**Knot
theory**

**Fig.1. A knot on a rope**
**Fig.2. It is called a square knot**

Knots have been extremely beneficial through the ages to our actual existence
and progress. For example, in the primordial ages of our existence, in order to
construct an axe, a piece of stone was bound/knotted to a sturdy piece of wood.
To make a net, vines or creepers, animal hairs, *et cetera *were
bound/braided together. Even the shoelaces and ropes appearing in our daily life
are related to the concepts of knots. If you want to fasten some materials such
as rope by tying or interweaving, then it is just a knotting process.

Although people have been making use of knots since the dawn of our
existence, the actual mathematical study of knots is relatively young, closer to
100 years than 1000 years. In contrast, (Euclidean) geometry and properties of
numbers, which have been studied over a *considerable* number of years,
germinated because of the strong effect that *calculations* and *
computations* generated. Realistically, it is still quite common to see
buildings with ornate knots or braid lattice-work. However, as a starting point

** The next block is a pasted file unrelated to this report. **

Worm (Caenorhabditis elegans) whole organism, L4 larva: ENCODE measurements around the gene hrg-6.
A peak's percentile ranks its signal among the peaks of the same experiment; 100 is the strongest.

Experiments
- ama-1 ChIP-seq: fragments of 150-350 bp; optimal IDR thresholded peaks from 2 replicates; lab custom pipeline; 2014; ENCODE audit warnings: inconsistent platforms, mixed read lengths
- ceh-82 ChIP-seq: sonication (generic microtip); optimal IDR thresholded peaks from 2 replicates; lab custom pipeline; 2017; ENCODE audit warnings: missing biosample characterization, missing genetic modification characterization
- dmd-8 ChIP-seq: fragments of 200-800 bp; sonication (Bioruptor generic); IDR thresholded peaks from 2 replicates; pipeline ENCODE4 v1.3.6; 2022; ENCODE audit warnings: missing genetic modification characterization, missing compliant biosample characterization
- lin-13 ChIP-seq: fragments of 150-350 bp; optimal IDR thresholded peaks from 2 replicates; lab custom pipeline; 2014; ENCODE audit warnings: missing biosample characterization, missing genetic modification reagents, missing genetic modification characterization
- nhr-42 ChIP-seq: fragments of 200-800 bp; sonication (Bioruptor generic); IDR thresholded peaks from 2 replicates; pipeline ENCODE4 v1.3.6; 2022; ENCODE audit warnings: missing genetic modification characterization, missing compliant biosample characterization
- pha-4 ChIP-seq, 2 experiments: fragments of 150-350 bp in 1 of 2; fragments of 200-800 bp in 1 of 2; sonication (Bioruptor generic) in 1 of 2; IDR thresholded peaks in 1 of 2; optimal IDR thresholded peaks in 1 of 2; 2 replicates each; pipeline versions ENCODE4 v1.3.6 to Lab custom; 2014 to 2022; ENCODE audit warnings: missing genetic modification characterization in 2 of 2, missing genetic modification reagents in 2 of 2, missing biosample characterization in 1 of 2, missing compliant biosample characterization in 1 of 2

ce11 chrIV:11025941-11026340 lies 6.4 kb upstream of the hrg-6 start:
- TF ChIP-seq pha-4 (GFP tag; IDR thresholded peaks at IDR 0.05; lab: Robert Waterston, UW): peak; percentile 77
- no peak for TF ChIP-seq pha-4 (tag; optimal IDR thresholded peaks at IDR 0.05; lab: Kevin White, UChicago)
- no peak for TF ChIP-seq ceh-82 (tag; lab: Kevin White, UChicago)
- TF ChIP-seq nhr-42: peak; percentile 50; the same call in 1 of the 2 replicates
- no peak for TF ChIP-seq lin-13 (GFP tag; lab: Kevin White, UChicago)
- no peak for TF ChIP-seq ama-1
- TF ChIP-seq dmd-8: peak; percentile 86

for a study of the mathematics of knot, we need to excoriate this aesthetic
layer and concentrate on the *shape *of the knot. *Knot theory*, in
essence, is *the study of the geometrical aspects of these shapes*. Not
only has knot theory developed and grown over the years in its own right, but
also the actual mathematics of knot theory has been shown to have applications
in various branches of the sciences, for example, physics, molecular biology,
chemistry, *et cetera*.

In these lessons, we aim to guide the readers over the multifarious but
non-technical aspects that make up the theory of knots. Throughout these
lessons, we shall concentrate on lucid expositions, and most of the exercises
that can be found within these lessons can be done '*physically'*, that is,
by *deforming a piece of closed string* under some restrictions that I will
explain accordingly in the lessons.

To *enjoy* the lessons, please make sure you have a piece of closed
strings (without any open endings) in your hand... *Enjoy!*

**
Lesson 2
Fundamental Concepts of knot theory**

**
Lesson 3
Fundamental Concepts of knot theory (continued)**

**
Lesson 4
Knot invariants: Classical theory**

**
Lesson 5
Knot invariants: Classical theory (continued) and Jones polynomial**

**Reference:**

[Li] An introduction to knot theory, (1997), Springer (Graduate text in mathematics 175), W. Lickorish

[Mu] Knot theory and its applications, (1996), Birkhauser, Kunio Murasugi

[BZ] Knots, (2002), De Gruyter studies in Mathematics G. Burde and H. Zieschang

[Kan] Examples on polynomial invariants of knots and links, (1986) Math. Ann. 275 pp.555-572 T. Kanenobu

[Sc]** **Die** **eindeutige Zerlegbarkeit eines
Knotens in Primknoten, (1949) Springer H. Schubert

*This work was made possible due to a grant from the National Science
Foundation.*